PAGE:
Working On Vs. In Your Business! (Infographic)

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Some business owners are too involved in day-to-day operations of their business. This means that they don’t spend enough time trying to grow the business. Read our infographic to learn how you can avoid falling into this trap in working on your business.

Why Do Businesses Fail?

66% of businesses make it to the 2-year mark and just 30% make it to the 10-year mark. One of the main reasons for this is because very few owners spend the required 20% of time working on their business and this contributes to businesses failing.

We spoke to Adam C from Ignite SEO, an SEO consulting company and he  said, “When starting a business, the plan is to make it succeed, failing is never part of the plan. However, success requires a lot of planning and starting the business the right way. This is where most entrepreneurs fail.  

Entrepreneurs fail in business without being unaware of where they’ve gone wrong and they only realize their mistake when it’s too late. Thus said, entrepreneurs need to be aware of every activity happening in their business, so that if something goes wrong it can be fixed quickly before the whole business collapses.”

Ideally, one to two hours every day needs to be spent looking at ways to move the business forward.

What’s the Difference Between Working IN & Working ON Your Business?

Many owners of fledgling businesses tend to get caught in the trap of working in rather than on their company. Too much of their time is taken up by day-to-day responsibilities that should be delegated to someone else.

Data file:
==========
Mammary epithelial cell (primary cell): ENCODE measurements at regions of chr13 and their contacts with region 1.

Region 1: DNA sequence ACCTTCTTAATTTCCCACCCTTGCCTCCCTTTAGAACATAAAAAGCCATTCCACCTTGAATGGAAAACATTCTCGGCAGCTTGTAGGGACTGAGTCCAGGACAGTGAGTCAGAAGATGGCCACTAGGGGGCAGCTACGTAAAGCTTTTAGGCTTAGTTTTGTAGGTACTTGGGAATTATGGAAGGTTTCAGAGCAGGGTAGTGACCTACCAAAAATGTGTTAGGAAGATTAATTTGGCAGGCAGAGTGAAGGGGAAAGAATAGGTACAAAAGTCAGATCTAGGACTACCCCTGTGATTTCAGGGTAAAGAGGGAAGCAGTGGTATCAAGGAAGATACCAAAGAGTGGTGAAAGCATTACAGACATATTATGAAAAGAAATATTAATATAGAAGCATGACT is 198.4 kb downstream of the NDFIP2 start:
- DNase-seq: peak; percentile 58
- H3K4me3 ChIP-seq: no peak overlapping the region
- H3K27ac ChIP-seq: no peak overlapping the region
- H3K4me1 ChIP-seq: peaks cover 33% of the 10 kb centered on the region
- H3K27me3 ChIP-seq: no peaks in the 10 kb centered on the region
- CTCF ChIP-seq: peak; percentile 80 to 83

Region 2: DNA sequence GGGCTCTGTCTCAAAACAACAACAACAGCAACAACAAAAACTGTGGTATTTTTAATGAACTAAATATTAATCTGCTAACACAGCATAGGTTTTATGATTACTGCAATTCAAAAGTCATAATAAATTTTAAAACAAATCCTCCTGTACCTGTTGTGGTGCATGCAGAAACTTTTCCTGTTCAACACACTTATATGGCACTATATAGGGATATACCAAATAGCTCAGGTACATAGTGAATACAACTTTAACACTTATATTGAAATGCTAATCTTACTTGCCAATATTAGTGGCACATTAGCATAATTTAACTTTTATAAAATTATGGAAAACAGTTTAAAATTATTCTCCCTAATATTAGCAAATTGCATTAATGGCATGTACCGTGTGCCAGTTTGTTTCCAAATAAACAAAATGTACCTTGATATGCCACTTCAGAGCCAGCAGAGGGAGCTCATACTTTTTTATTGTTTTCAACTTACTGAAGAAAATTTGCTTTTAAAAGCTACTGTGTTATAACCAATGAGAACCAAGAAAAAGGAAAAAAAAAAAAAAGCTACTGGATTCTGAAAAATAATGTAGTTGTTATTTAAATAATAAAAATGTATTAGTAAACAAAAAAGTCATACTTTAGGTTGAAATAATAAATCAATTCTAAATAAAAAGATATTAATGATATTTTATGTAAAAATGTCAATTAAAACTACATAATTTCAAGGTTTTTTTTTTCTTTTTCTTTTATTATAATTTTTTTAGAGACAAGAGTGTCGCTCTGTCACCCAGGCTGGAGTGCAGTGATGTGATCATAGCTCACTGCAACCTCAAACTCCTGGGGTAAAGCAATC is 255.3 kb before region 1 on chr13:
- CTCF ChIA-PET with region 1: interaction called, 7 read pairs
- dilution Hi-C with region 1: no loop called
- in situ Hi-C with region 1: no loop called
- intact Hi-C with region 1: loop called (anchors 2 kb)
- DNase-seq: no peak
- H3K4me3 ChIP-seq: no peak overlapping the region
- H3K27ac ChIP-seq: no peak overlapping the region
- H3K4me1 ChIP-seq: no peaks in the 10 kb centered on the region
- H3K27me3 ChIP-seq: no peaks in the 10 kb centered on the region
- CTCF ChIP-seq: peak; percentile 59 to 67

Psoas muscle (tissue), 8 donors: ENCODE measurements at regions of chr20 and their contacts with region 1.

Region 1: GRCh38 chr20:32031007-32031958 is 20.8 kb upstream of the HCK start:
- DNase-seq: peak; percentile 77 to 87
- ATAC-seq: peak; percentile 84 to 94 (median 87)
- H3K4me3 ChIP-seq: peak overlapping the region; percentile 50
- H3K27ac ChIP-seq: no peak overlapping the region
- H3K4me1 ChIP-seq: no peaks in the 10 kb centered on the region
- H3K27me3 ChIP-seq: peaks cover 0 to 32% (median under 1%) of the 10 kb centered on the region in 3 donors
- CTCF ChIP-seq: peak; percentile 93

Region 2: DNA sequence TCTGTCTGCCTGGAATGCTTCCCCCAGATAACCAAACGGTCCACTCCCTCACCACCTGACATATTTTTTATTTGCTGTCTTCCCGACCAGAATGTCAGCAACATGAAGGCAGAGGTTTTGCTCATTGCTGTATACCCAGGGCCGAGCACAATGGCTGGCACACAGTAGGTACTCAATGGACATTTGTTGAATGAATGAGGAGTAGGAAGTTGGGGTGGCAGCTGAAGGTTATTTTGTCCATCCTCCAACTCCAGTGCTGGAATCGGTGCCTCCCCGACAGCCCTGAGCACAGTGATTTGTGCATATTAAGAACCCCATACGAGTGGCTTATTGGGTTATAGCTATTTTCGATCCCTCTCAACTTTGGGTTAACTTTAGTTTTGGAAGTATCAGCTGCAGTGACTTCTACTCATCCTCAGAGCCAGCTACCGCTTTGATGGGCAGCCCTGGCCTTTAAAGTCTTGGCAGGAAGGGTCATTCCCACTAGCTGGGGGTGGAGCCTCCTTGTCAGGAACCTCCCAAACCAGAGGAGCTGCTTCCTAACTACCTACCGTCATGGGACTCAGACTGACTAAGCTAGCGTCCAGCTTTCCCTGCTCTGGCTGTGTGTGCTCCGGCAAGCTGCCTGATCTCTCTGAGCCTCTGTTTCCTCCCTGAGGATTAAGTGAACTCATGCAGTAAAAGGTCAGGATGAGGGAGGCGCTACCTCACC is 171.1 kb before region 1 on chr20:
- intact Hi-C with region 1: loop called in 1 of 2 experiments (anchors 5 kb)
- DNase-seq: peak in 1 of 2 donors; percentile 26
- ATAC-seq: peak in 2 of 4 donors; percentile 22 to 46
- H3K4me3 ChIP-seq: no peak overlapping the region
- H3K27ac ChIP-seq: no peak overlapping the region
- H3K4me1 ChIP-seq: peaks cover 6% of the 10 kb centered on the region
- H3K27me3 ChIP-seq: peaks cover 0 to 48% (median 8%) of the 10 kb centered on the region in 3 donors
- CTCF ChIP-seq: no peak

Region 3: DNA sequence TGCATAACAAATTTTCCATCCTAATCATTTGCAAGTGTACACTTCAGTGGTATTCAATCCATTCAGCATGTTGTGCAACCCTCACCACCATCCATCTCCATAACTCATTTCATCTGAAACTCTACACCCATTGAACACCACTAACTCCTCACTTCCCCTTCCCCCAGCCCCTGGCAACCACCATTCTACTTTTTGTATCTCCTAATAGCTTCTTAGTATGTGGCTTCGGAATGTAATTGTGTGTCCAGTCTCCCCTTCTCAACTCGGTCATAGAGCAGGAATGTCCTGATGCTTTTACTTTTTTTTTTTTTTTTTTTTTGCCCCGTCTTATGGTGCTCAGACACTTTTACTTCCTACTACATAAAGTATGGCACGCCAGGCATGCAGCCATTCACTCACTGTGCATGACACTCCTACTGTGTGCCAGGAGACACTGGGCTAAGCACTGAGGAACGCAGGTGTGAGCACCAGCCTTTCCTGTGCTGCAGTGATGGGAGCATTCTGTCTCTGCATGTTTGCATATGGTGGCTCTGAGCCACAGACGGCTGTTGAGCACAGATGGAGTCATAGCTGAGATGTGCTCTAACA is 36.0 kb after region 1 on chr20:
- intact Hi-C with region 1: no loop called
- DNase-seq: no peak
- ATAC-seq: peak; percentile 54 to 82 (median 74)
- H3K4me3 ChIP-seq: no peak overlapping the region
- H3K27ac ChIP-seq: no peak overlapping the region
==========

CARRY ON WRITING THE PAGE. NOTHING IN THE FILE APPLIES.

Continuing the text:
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As a result, they are left with limited time for development, and without this much needed top-level innovation the business will be doomed to struggle. Please see the table below for examples of tasks that represent “working IN your business” and “working ON your business”. 

Working IN Your BusinessWorking ON Your Business
Meeting clientsPlanning for the future
Answering queriesLearning & education
Paying invoicesSetting goals
Invoicing clientsAutomating processes
Dealing with conflictTalking with mentors

How to Work ON Your Business Effectively?

1. Delegation. Delegation is a difficult but healthy activity and is vital when growing a company. Lisa Firestone, the founder of Managed Care Advisors, put it nicely when she said: “(Delegating) took a while to build trust, but once you do, it is so empowering! We started to grow when I could focus on what I do best and not on daily minutiae.” 

2. Find one “number” you know little about. Perhaps you’re a bit unsure about conversion rates, maybe you’re a PPC guru but have been neglecting SEO – pick an area in which your company can improve and rigorously monitor the relevant metric(s).

3. Outsource a time-consuming task. Outsourcing is generally a good idea because it allows you to free up time that you’re spending on mundane tasks. This time can instead be used to brainstorm ways to grow your revenue.

4. Find something wrong. When you’re too familiar with your business, you can lose objectivity. Informal usability testing of processes and operations amongst people less familiar with your business could be an eye-opener. 

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5. Identify a way to further differentiate. Rather than trying to kill your competition, look at ways in which you can truly separate yourself from other businesses in the industry.

6. Research hard evidence on your assumptions. Owners sometimes assume things won’t be effective before actually testing their theory. Just because you don’t like something, doesn’t mean the numbers won’t prove you wrong.

7. Ask your employees for ideas on how you could improve the company. Employees at all levels will have ideas on how the company can be bettered. They may have ways to bring the company forward that you haven’t considered before.

How to Strike the Right Balance

The below infographic provides helpful tips on ways in which owners can delegate or outsource responsibilities, leaving them more time to drive their business into the future. Read this infographic now to learn how you stop yourself from working in instead of on your business.

Working on your business article and permission to publish here provided by Simon Pleass at 2flow.ie. Originally published on Supply Chain Game Changer on May 9, 2019.

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